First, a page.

How can we account for patterns of mobilization undertaken by ethnic movements? What leads ethnic collectives to shift between mobilization strategies? Addressing the general lack of attention in the ethnic conflict literature to the diverse political strategies employed by ethnic minorities – particularly those in democratic and semi-democratic contexts, this chapter accounts for mobilization as developing along an institutional spectrum of ethnic contention. I argue that the internal dynamics of ethnic movements shape patterns of mobilization. Utilizing literature from new institutionalism and employing the approach advanced by the study of contentious politics, ethnic movements are theorized as developing through the interplay of three causal mechanisms, which combine to form processes of institutionalization and deinstitutionalization. The process of deinstitutionalization is explored through the case of the mobilization of the Palestinian citizens of Israel, tracing the development of the three causal mechanisms and their influence on the collective’s mobilization pattern. The chapter concludes by considering the range of movements that can be explored along the institutional spectrum.
Contextualizing its argument specifically into the role and impact of the traditional political culture on the process of modernization, this paper aims to examine the…
Contextualizing its argument specifically into the role and impact of the traditional political culture on the process of modernization, this paper aims to examine the “culture matters” approach through the two‐century experience of the top‐down modernization of the Ottoman‐Turkish civilization in the realm of state‐labor relations.
The paper makes a comparative analysis of the interplay between the state and craft associations in the Ottoman Empire, and then the state and labor organizations in contemporary Turkey in terms of the influence of the rules, norms and institutions transferred by the bureaucratic élites from Western Europe.
The paper concludes that a substantive democratic setting for the interplay of the state and labor organizations could not be built up without a self‐supportive political culture in view of the fact that the process of top‐down modernization/Europeanization in the Ottoman‐Turkish context has given rise to a never‐ending center‐periphery dichotomy between both inter‐class and intra‐class relationships.
The paper sheds light on the labor relations part of the Ottoman‐Turkish political culture and reveals its impact on the never‐ending top‐down modernization initiative.
How are social groups unmade? Current theories identify the symbolic power of the state as a primary factor in the creation of social groups. Drawing on Gramsci's The…
How are social groups unmade? Current theories identify the symbolic power of the state as a primary factor in the creation of social groups. Drawing on Gramsci's The Southern Question, this chapter extends state-centered theories by exploring policies that are critical but under-theorized factors in group formation. These include the concession of material benefits as well as the use of coercive means. Further, while current theories focus on how social groups are made, a Gramscian perspective draws attention to how the state intervenes to prevent or neutralize group-making projects from below. This chapter explores a case of a decrease in national group solidarity. Specifically, this study explains how in the 1990s the Israeli state weakened national group formation among Palestinians by adopting two spatially distinct but coordinated strategies. First, the rearrangement of the military occupation of the Gaza Strip and the West Bank through the establishment of an authority of self-rule (the Palestinian Authority) demobilized and divided Palestinian residents of the Occupied Territories, especially along class-cum-moral lines. Second, state practices and discourses centered on citizenship rights shifted the center of political activism among Palestinian citizens of Israel toward citizenship issues. I argue that these two routes, which I call the indirect rule route and the civil society route, were complementary components of a broader attempt to neutralize Palestinian collective mobilization around nationhood. Despite recent changes and contestations, these two strategies of rule continue to affect group formation and to create distinct experiences of politics among Palestinians under Israeli rule. Analysis of the Palestinian–Israeli case shows that the state can unmake groups through the distribution of interrelated policies that are specific to certain categories of people and places. Understanding the conditions under which certain policies of inclusion or exclusion affect group formation requires going beyond the analytic primacy currently given to the symbolic power of the state.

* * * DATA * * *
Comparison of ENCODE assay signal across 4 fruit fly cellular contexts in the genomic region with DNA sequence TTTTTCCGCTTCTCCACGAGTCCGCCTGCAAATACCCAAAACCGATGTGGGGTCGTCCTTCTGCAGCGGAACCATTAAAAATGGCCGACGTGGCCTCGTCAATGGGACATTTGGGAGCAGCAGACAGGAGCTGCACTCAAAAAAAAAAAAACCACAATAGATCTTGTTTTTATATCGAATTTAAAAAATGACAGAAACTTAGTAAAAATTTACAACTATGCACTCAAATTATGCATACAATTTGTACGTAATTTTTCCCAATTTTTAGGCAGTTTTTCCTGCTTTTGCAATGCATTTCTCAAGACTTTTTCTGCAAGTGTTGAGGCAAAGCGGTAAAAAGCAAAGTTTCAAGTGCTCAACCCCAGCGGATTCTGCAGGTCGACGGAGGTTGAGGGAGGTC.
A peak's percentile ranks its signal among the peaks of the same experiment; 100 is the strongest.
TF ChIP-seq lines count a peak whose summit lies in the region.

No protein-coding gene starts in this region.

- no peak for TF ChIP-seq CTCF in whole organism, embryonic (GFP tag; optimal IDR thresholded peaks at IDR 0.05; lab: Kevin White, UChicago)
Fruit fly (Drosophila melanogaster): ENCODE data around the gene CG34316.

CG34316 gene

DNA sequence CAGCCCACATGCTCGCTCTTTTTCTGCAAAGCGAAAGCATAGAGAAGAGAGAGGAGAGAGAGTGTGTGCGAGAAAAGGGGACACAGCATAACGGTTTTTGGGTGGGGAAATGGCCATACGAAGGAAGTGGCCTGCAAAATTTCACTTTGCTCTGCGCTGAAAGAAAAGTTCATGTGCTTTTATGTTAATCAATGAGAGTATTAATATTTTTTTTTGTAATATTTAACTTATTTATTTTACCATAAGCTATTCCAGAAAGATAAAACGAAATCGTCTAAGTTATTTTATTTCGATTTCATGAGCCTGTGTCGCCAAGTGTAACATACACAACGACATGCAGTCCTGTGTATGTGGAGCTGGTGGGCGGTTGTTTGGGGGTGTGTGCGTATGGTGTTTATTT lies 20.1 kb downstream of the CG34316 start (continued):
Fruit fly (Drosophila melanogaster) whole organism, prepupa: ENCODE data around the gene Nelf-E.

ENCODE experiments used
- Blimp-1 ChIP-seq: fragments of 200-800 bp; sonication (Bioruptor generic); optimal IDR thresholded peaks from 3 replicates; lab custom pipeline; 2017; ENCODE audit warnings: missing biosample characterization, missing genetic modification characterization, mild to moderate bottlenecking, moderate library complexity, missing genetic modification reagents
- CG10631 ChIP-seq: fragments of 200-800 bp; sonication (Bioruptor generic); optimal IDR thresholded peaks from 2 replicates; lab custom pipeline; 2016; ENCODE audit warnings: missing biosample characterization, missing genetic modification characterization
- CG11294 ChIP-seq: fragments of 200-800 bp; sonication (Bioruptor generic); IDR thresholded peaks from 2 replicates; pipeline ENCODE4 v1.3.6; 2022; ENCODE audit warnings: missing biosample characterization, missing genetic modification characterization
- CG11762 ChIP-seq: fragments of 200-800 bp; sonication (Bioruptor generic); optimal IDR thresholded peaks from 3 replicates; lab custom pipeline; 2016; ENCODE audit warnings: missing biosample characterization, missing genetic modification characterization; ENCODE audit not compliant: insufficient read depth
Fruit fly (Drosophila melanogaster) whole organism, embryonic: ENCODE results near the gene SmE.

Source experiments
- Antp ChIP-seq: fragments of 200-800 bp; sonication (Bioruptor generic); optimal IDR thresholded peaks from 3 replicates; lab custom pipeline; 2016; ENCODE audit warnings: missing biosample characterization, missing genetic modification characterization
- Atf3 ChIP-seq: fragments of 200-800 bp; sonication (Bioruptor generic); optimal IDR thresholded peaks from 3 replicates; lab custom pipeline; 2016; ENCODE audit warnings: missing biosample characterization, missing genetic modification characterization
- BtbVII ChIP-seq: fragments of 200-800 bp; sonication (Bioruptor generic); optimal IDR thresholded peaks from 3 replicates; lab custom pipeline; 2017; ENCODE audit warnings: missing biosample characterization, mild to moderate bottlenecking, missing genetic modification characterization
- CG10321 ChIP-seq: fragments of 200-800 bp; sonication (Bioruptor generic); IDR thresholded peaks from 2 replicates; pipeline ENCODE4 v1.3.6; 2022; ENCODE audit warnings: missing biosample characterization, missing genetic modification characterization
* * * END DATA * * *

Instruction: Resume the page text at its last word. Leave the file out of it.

This study explores the simultaneous transitions in Palestine/Israel and South Africa at the end of the 20th century through an analysis of the shifting geography of…
This study explores the simultaneous transitions in Palestine/Israel and South Africa at the end of the 20th century through an analysis of the shifting geography of Johannesburg and Jerusalem. After analyzing the relationship between political, economic and spatial restructuring, I examine the walled enclosures that mark the landscapes of post-apartheid Johannesburg and post-Oslo Jerusalem. I conclude by arguing that these walled enclosures reveal several interconnected aspects of the relationship between neo-liberal restructuring and the militarization of urban space. They also exemplify different configurations of sovereignty under conditions of neo-liberalism and empire.
March 17, 1967 Trade Dispute — Act in furtherance of — Trade union official threatening to induce strike action by employees unless workman rejoins union — Whether threat to induce breach of contract of employment — Employers dismissing work‐man by notice under his contract of service — Whether dismissal resulting from unlawful conspiracy — Whether act of inducement actionable at suit of dismissed work‐man when based on intimidation — Whether protected by section 3 of the Trade Disputes Act, 1906 — Whether justifiable — Trade Disputes Act, 1906 (6 Edw. VII, c. 47) ss. 3, 5.